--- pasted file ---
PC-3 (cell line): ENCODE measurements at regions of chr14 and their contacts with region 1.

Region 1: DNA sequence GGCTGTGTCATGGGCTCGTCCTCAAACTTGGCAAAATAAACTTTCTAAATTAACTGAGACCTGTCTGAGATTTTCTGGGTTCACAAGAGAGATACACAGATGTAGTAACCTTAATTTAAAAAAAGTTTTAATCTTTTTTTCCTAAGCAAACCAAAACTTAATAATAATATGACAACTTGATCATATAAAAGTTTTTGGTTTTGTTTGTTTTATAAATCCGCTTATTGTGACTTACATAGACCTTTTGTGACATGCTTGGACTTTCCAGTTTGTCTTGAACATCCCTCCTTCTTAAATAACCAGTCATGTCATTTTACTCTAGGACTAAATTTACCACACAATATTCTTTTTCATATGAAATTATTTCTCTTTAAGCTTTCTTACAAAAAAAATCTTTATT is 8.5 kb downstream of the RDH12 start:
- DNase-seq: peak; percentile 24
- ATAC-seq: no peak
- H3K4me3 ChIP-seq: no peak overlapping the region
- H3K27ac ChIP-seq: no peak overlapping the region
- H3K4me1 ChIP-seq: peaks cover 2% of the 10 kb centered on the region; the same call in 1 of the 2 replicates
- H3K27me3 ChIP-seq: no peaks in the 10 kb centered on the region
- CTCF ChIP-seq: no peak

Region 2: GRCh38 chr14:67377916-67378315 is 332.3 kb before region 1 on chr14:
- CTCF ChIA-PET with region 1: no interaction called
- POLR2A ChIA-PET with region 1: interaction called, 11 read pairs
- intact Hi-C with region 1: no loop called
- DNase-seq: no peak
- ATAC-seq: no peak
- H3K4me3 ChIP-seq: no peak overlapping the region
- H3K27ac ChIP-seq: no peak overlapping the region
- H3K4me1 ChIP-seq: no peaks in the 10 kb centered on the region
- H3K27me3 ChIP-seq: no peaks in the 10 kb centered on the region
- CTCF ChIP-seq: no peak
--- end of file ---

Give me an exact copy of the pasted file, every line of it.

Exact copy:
PC-3 (cell line): ENCODE measurements at regions of chr14 and their contacts with region 1.

Region 1: DNA sequence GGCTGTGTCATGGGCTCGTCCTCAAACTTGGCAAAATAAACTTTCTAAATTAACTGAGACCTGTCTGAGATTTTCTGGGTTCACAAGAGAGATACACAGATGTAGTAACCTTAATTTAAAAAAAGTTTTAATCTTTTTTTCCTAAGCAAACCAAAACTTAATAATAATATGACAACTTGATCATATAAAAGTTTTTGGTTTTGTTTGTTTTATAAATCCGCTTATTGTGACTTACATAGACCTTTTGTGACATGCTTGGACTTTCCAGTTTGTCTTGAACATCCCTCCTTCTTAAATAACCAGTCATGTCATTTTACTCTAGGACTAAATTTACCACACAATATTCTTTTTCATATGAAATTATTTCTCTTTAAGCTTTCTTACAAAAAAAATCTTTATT is 8.5 kb downstream of the RDH12 start:
- DNase-seq: peak; percentile 24
- ATAC-seq: no peak
- H3K4me3 ChIP-seq: no peak overlapping the region
- H3K27ac ChIP-seq: no peak overlapping the region
- H3K4me1 ChIP-seq: peaks cover 2% of the 10 kb centered on the region; the same call in 1 of the 2 replicates
- H3K27me3 ChIP-seq: no peaks in the 10 kb centered on the region
- CTCF ChIP-seq: no peak

Region 2: GRCh38 chr14:67377916-67378315 is 332.3 kb before region 1 on chr14:
- CTCF ChIA-PET with region 1: no interaction called
- POLR2A ChIA-PET with region 1: interaction called, 11 read pairs
- intact Hi-C with region 1: no loop called
- DNase-seq: no peak
- ATAC-seq: no peak
- H3K4me3 ChIP-seq: no peak overlapping the region
- H3K27ac ChIP-seq: no peak overlapping the region
- H3K4me1 ChIP-seq: no peaks in the 10 kb centered on the region
- H3K27me3 ChIP-seq: no peaks in the 10 kb centered on the region
- CTCF ChIP-seq: no peak